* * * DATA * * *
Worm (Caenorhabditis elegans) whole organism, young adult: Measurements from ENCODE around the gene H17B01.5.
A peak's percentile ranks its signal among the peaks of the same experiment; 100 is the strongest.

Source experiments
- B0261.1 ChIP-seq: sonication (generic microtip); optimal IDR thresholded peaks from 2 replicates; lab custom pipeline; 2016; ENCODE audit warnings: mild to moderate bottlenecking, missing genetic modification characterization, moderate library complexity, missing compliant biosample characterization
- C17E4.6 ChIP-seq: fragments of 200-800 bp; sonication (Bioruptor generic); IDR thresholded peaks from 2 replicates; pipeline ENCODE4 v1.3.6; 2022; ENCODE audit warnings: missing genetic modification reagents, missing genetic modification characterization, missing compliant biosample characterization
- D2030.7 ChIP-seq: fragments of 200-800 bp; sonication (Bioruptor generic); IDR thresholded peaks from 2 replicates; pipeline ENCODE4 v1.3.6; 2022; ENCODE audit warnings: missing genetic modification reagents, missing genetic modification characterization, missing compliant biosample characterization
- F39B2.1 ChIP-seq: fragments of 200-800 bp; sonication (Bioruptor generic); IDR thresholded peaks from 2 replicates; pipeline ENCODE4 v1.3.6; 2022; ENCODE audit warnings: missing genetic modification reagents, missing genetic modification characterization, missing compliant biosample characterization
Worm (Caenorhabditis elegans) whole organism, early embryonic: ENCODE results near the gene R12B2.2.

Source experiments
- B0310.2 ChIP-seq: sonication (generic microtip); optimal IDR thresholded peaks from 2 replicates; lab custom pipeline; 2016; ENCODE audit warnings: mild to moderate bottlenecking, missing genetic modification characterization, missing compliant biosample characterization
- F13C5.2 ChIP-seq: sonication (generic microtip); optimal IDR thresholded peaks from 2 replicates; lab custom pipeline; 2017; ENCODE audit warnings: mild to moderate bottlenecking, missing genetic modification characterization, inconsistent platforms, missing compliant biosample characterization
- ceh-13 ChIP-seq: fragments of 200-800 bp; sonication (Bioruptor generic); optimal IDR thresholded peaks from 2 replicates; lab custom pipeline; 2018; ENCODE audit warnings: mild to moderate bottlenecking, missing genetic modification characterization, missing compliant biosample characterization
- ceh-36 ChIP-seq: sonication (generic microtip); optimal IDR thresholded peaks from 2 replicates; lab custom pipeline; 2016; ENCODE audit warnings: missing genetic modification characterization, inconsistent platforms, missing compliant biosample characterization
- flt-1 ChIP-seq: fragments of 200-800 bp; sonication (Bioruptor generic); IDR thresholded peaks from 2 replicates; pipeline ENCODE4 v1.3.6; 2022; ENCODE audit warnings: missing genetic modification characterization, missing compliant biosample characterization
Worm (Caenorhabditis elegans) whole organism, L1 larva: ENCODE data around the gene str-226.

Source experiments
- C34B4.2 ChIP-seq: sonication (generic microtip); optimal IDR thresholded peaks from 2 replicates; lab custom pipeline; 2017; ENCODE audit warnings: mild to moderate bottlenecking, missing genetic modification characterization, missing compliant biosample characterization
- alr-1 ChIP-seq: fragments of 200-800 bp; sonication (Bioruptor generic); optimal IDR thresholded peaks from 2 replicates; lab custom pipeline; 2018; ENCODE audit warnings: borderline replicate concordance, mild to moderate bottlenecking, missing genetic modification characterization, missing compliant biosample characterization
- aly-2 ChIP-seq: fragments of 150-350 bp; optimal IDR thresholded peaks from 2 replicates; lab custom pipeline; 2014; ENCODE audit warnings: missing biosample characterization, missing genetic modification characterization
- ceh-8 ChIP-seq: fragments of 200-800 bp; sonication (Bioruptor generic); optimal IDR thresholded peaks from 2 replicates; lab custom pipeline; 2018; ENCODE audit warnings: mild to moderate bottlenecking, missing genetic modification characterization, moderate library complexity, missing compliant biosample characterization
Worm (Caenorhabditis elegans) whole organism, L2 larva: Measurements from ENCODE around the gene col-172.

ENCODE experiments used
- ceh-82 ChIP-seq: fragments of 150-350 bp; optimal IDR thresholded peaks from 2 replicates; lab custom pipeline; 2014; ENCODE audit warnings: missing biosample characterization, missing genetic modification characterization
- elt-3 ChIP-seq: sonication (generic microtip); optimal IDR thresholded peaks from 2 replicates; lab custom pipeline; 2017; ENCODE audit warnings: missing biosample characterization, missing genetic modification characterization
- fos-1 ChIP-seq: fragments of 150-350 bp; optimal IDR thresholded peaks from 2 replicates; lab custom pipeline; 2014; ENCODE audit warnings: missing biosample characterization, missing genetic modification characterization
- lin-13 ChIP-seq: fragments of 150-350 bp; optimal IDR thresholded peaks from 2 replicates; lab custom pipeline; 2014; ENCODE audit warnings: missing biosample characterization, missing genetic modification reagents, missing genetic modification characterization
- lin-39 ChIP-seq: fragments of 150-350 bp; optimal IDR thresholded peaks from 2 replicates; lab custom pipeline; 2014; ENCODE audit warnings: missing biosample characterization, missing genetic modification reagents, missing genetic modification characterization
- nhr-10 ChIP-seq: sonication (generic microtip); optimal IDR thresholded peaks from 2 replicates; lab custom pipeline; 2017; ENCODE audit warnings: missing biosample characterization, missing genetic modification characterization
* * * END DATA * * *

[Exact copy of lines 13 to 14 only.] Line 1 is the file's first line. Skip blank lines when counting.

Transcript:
- ceh-36 ChIP-seq: sonication (generic microtip); optimal IDR thresholded peaks from 2 replicates; lab custom pipeline; 2016; ENCODE audit warnings: missing genetic modification characterization, inconsistent platforms, missing compliant biosample characterization
- flt-1 ChIP-seq: fragments of 200-800 bp; sonication (Bioruptor generic); IDR thresholded peaks from 2 replicates; pipeline ENCODE4 v1.3.6; 2022; ENCODE audit warnings: missing genetic modification characterization, missing compliant biosample characterization